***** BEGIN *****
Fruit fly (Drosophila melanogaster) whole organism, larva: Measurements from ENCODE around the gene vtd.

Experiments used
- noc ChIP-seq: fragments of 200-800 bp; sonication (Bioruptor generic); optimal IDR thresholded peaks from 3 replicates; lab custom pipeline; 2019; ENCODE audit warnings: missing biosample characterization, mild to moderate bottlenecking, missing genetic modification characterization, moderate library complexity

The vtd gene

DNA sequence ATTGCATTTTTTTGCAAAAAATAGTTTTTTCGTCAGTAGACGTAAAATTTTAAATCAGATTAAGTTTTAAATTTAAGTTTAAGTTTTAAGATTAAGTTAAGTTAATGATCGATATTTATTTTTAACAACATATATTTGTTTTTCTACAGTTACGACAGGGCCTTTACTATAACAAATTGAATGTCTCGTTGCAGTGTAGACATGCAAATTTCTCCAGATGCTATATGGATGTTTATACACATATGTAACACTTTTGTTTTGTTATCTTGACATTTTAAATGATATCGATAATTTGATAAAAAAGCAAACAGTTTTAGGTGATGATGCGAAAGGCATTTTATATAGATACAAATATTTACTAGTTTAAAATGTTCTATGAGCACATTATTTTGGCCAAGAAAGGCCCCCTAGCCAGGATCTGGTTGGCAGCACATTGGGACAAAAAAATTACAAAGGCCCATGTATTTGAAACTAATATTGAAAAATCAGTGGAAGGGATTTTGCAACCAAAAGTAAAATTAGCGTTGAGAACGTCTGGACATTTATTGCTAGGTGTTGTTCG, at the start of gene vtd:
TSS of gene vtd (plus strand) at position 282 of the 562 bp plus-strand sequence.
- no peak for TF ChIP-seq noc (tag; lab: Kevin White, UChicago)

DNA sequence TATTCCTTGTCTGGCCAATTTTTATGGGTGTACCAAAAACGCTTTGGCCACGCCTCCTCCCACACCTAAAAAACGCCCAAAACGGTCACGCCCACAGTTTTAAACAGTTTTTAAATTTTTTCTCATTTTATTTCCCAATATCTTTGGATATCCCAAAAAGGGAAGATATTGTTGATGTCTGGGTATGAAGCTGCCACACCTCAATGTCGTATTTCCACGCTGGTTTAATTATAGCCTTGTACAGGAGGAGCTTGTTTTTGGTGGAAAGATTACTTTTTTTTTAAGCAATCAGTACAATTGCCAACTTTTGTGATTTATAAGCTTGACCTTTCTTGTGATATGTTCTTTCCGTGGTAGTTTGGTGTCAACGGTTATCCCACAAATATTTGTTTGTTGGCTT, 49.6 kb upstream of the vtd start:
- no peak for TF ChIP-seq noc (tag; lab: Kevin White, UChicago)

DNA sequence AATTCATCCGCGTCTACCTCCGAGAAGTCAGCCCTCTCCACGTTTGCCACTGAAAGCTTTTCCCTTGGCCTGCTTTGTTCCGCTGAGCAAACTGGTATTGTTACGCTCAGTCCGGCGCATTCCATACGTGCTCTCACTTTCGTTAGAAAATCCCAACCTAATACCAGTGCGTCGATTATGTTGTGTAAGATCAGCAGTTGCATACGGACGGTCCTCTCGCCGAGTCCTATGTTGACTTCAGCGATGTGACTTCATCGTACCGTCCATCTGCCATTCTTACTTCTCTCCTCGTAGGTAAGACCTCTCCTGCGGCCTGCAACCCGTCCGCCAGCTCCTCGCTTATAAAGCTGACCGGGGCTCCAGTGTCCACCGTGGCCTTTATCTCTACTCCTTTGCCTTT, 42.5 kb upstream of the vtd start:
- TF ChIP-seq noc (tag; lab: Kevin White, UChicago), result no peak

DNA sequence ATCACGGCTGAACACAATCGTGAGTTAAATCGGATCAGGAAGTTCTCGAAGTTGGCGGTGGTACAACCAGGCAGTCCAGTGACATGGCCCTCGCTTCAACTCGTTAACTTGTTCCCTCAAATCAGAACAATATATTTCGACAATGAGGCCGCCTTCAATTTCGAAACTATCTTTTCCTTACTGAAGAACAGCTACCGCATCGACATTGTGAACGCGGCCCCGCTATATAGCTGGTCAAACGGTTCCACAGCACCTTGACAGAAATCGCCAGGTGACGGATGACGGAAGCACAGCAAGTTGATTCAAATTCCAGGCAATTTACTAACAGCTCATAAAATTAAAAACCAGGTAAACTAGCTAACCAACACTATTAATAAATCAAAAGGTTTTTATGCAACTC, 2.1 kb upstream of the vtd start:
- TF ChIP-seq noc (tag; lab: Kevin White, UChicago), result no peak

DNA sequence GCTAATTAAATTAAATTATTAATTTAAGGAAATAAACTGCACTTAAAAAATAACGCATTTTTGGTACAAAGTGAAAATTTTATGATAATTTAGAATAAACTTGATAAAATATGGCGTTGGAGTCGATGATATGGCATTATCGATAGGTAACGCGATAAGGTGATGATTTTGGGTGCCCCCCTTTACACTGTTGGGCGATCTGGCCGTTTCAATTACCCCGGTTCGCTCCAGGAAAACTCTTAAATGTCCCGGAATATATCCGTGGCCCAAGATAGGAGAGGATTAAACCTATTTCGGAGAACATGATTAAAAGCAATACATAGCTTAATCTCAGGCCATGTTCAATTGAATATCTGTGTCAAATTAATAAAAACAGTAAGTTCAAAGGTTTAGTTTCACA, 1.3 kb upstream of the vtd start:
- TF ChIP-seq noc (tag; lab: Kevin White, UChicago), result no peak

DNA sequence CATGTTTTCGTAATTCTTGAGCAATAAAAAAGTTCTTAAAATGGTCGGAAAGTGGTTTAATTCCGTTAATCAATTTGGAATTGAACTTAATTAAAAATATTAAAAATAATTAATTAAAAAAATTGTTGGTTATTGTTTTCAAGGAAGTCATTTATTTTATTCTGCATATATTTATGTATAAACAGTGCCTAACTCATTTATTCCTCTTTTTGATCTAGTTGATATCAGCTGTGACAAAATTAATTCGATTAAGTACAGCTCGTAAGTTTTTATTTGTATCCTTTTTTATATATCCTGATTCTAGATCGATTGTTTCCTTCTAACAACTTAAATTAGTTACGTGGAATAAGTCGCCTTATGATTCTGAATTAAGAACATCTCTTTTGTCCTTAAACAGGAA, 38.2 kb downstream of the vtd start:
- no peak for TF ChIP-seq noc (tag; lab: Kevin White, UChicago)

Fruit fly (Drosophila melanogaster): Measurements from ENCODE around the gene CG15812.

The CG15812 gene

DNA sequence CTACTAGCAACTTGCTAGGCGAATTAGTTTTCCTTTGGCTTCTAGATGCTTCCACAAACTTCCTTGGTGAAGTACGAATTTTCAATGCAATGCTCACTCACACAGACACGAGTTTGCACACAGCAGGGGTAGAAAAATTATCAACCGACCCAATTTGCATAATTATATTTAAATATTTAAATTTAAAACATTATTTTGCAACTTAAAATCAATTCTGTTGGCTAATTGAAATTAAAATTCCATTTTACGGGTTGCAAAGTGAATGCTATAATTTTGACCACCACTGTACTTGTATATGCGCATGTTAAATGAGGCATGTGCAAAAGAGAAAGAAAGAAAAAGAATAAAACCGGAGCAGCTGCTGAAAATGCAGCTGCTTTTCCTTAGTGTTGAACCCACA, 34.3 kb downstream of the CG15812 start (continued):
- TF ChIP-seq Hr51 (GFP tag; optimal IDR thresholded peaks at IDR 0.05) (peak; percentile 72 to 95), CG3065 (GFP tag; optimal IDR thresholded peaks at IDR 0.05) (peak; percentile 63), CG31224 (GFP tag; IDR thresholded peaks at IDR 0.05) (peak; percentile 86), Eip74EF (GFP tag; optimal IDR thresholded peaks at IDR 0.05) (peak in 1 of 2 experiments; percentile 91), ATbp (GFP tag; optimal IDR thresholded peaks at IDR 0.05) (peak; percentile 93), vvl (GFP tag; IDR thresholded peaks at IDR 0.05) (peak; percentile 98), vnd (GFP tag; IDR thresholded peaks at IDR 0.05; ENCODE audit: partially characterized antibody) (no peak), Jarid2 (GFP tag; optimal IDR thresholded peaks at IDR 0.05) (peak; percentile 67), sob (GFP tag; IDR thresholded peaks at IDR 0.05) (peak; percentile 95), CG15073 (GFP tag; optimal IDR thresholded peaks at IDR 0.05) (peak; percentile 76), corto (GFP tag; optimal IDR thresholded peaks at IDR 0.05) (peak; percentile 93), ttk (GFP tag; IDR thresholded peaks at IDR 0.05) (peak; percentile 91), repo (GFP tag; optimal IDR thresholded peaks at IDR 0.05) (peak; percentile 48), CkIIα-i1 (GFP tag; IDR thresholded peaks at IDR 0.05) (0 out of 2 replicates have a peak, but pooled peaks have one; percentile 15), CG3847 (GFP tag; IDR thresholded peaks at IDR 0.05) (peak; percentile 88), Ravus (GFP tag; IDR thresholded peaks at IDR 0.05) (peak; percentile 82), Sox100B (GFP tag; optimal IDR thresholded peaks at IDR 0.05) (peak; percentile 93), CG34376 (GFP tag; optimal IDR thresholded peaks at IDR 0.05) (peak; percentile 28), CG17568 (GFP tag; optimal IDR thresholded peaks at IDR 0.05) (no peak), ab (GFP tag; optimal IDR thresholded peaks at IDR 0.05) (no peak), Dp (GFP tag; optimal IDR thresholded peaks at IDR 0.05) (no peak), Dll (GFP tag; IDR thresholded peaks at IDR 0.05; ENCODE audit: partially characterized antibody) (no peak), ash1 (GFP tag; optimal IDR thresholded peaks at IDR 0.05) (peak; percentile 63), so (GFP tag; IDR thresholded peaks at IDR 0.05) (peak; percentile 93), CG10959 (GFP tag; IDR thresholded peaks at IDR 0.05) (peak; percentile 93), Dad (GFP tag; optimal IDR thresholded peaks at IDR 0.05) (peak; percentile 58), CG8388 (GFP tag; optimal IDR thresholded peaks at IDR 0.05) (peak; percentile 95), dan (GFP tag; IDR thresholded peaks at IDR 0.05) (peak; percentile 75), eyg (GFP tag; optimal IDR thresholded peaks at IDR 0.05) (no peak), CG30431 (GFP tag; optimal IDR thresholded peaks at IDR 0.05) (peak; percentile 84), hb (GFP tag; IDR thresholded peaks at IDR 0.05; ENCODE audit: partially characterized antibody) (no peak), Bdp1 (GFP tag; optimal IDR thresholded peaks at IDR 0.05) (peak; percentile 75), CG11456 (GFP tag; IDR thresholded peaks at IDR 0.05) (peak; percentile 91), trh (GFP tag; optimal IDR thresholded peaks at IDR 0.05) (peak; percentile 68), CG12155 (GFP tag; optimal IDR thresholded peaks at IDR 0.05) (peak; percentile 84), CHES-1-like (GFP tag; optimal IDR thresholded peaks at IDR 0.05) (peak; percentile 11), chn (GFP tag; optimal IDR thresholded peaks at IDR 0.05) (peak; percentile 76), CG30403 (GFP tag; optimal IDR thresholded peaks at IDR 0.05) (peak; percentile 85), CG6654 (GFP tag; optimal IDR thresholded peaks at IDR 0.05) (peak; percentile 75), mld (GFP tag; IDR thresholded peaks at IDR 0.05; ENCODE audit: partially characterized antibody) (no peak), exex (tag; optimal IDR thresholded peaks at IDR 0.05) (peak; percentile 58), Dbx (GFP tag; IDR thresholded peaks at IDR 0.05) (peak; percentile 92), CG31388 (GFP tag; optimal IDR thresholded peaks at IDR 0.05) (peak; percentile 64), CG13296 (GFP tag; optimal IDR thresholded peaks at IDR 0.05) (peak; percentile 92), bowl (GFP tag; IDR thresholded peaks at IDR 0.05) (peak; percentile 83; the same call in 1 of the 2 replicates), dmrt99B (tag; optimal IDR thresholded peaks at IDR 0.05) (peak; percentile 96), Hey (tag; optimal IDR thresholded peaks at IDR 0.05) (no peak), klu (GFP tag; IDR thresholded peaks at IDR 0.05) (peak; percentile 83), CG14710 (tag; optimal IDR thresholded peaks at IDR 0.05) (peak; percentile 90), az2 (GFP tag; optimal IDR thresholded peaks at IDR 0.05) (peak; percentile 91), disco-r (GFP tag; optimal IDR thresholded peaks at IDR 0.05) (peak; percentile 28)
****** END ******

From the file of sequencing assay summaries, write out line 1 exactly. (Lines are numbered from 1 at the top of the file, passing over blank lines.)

Fruit fly (Drosophila melanogaster) whole organism, larva: Measurements from ENCODE around the gene vtd.